“[W]ith the discovery of background radiation in 1965, the Big Bang theory came to dominate in cosmology. The bad news for evolution was that this meant the universe was only about fourteen billion years old. More recent work has verified that the earth is probably less than five billion years old…. Based on the discovery of microfossils, scientists have now estimated that the time gap between the earth reaching the right temperature and the first emergence of life was only about four hundred million years. That is not much time for chemical evolution to take place…. And not only was the time too short, but the mathematical odds of assembling a living organism are so astronomical that nobody still believes that random chance accounts for the origins of life. Even if you optimized the conditions, it wouldn’t work. If you took all the carbon dioxide in the universe and put it on the face of the earth, allowed it to chemically react at the most rapid rate possible, and left it for a billion years, the odds of creating just one functional protein molecule would be one chance in a 10 with 60 zeroes after it…. [other colorful odds examples] In other words, the odds for all practical purposes are zero. That’s why even though some people who aren’t educated in this field still believe life emerged by chance, scientists simply don’t believe it anymore.”
-Dr. Walter L. Bradley, retired from Texas A&M

“I think people who believe that life emerged naturalistically need to have a great deal more faith than people who reasonably infer that there’s an Intelligent Designer…. For the past one hundred and fifty years, scientists have used arguments based on analogies to things we do understand to formulate new hypotheses in emerging areas of scientific work. And that’s what this is all about…. If the only time we see written information−whether it’s a painting on a cave wall or a novel from Amazon.com−is when there’s an intelligence behind it, then wouldn’t that also be true of nature itself? In other words, what is encoded on the DNA inside every cell of every living creature is purely and simply written information…. Now when we see written language, we can infer, based on our experience, that it has an intelligent cause. And we can legitimately use analogical reasoning to conclude that the remarkable information sequences in DNA also had an intelligent cause. Therefore, this means life on earth came from a ‘who’ instead of a ‘what….’ Each cell in the human body contains more information than in all thirty volumes of the Encyclopedia Britannica. It’s certainly reasonable to make the inference that this isn’t the random product of unguided nature, but it’s the unmistakable sign of an Intelligent Designer…. [Darwinists have not been able to provide a naturalistic explanation for the origin of life.] Despite all their efforts, they haven’t even come up with a single possibility that even remotely makes sense. And there’s no prospect they will. In fact, everything is pointing the other way−in the unmistakable direction of God. Today it takes a great deal of faith to be an honest scientist who is an atheist.”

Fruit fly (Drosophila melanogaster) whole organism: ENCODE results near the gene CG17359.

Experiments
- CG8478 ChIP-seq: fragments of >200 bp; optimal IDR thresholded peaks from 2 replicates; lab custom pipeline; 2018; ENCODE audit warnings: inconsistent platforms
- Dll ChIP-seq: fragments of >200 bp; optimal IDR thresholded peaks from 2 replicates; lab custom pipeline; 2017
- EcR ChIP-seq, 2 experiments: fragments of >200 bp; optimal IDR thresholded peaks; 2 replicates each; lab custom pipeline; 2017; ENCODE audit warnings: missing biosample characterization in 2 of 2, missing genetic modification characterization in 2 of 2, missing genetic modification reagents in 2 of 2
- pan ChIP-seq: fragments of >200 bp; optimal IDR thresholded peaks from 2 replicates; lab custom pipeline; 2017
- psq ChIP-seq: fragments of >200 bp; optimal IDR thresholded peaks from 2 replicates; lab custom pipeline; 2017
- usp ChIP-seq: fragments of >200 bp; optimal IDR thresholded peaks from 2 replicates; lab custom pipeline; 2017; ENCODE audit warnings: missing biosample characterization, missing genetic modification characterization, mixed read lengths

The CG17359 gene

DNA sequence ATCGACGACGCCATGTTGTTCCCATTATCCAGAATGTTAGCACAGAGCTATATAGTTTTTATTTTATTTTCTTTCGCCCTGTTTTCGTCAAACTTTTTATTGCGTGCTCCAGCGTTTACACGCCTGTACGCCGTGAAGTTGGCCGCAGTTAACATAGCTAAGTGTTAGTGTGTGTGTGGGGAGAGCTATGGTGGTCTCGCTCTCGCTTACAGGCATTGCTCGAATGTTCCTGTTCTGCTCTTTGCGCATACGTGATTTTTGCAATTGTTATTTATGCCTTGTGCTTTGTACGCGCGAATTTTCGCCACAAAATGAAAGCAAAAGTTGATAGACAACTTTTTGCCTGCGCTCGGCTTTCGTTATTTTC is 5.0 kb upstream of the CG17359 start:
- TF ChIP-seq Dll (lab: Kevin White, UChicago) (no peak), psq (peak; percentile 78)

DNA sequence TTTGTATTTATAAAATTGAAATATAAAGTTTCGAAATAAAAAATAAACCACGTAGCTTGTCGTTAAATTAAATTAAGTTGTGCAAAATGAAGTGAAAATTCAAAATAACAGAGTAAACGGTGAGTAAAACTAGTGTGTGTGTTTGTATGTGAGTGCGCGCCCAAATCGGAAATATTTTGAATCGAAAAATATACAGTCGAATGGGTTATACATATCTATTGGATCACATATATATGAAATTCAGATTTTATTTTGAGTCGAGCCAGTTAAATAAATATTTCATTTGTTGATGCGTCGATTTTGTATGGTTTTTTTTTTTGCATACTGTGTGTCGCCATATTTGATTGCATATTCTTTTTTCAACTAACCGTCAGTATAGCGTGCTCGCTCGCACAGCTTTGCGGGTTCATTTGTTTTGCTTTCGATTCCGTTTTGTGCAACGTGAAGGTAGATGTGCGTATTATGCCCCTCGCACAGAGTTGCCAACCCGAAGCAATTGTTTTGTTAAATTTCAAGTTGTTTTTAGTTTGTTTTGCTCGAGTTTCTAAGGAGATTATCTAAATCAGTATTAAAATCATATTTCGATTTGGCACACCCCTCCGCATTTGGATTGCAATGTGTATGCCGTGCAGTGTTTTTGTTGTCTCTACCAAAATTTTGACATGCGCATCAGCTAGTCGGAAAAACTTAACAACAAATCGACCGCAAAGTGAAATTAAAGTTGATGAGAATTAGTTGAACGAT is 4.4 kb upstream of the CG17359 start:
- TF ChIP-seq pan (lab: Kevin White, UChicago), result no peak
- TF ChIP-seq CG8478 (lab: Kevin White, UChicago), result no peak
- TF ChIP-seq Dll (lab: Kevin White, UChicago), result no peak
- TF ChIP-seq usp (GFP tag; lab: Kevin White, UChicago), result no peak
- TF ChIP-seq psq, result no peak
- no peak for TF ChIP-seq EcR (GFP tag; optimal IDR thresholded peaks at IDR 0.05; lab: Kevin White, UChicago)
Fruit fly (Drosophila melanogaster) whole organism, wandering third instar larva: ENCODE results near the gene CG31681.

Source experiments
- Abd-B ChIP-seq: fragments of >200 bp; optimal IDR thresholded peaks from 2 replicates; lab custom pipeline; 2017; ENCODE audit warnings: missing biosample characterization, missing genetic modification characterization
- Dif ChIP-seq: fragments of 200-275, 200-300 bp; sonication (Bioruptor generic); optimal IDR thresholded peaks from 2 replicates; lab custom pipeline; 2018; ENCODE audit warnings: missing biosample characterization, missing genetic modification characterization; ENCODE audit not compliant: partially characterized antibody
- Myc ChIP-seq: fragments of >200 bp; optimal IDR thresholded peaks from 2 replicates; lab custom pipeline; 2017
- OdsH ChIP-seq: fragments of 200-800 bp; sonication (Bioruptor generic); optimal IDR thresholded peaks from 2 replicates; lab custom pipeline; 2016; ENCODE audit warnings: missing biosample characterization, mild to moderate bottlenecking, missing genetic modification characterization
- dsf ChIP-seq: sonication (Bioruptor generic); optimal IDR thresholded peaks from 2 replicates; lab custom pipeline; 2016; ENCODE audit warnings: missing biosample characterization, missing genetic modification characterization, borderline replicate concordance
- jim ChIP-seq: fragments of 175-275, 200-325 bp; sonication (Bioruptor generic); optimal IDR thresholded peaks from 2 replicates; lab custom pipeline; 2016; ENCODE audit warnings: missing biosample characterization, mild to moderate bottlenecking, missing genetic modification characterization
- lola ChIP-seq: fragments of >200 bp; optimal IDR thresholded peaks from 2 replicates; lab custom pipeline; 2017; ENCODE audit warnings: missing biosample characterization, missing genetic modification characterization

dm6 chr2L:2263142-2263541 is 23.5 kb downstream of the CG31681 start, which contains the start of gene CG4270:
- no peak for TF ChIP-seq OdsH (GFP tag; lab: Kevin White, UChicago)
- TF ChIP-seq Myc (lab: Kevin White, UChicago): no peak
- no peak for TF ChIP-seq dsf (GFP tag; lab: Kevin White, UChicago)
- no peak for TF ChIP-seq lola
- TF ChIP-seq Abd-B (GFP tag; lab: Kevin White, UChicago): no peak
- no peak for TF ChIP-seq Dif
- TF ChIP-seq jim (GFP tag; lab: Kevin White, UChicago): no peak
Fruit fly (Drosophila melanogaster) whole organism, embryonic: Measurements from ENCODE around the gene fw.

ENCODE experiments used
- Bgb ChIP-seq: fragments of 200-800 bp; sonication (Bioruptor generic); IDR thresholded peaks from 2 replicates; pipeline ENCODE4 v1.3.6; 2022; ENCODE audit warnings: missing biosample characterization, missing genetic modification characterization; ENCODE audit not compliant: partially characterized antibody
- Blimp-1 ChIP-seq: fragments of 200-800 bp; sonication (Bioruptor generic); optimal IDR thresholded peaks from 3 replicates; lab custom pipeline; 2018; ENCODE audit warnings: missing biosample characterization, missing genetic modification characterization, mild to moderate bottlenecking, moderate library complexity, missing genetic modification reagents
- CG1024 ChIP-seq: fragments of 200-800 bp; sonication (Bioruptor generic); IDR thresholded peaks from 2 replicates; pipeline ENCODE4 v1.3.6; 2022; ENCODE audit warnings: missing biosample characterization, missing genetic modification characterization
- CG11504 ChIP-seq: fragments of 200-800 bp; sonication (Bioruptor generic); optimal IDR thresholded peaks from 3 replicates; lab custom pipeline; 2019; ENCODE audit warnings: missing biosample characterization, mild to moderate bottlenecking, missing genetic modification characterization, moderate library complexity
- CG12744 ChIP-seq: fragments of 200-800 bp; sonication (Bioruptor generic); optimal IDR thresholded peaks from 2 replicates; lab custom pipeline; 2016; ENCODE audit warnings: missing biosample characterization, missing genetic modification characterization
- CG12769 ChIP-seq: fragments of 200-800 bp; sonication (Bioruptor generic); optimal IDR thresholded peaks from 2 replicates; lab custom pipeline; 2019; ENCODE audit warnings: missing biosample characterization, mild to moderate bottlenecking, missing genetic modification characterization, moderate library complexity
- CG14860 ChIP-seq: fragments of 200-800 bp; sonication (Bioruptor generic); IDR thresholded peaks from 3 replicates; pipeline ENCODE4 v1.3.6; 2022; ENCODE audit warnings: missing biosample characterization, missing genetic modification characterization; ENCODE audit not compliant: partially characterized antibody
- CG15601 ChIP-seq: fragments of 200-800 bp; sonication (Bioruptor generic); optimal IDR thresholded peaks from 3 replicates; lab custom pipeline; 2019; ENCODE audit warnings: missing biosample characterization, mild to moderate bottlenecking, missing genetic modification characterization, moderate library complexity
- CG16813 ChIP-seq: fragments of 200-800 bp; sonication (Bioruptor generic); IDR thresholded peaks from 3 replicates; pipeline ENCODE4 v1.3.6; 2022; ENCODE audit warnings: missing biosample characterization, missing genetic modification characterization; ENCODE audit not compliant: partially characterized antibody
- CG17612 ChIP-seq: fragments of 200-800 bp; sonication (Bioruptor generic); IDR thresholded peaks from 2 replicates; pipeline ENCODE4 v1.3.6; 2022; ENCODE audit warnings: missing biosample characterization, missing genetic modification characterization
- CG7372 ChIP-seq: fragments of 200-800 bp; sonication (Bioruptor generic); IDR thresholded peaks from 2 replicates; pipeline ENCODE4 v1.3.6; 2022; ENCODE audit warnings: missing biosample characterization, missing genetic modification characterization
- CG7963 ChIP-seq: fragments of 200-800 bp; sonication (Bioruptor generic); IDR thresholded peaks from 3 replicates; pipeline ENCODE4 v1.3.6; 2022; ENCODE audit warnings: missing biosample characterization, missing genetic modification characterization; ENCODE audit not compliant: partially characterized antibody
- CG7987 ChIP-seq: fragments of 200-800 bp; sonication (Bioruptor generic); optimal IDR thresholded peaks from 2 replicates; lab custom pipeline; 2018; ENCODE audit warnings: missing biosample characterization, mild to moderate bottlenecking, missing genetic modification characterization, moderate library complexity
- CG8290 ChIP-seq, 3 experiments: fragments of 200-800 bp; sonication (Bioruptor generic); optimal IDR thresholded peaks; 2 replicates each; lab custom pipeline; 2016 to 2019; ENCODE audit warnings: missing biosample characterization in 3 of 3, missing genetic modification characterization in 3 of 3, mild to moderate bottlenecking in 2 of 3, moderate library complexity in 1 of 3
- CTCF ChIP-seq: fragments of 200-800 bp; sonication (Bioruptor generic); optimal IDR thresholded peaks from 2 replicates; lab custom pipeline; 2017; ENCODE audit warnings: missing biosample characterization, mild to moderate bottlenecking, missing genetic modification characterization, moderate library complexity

-Dr. Walter L. Bradley, retired from Texas A&M

“I stand in awe of God because of what he has done through his creation. Only a rookie who knows nothing about science would say science takes away from faith. If you really study science, it will bring you closer to God.”
-James Tour, nanoscientist and professor at Rice University’s Department of Chemistry and Center for Nanoscale Science and Technology

I went to a Catholic school all my life, and from what I was taught, Genesis was most likely meant to be merely allegorical. That doesn’t mean that there are not profound truths contained within the book though.
If God created Time, is not in Time, and is not bound by Time, then what does the six days of Genesis really mean? People measured days by the rising and setting of the sun, heavenly bodies that were created during these “days.” If God creatively chose to use evolution as the vehicle by which he would bring all life and the pinnacle of life, mankind, into this world, does that really lessen God or the Bible? I don’t think so. He is still the driving force in this evolutionary scenario.
Personally, I believe in microevolution, the process of changes in traits within a species. The logic of natural selection seems to make sense at this level. I have not decided about macroevolution, the process of changes that brings about new species or whole new kingdoms/phyla of life. The fossil record supports microevolution more than macro. Most of the charts/pictures in our science books demonstrate this (merely lines connecting totally different kingdoms/phyla, nothing in between to indicate actual evolutionary intermediaries).
There is also the counter-theory of irreducible complexity, which observes that the biology of life forms are highly complex and highly interdependent, making their existence the result of incremental changes over time highly unlikely. A clock (much more simple than animal biology) does not work without each and every cog and wheel instantaneously working together, adding a cog or wheel slowly over time is pointless. However, this counter-theory of irreducible complexity does not completely contradict evolution’s mechanism of natural selection but rather limits the extent and types of changes the mechanism can bring about.

Posted in Evolution, Creationism, Intelligent Design | Tagged: , , , , , | 12 Comments »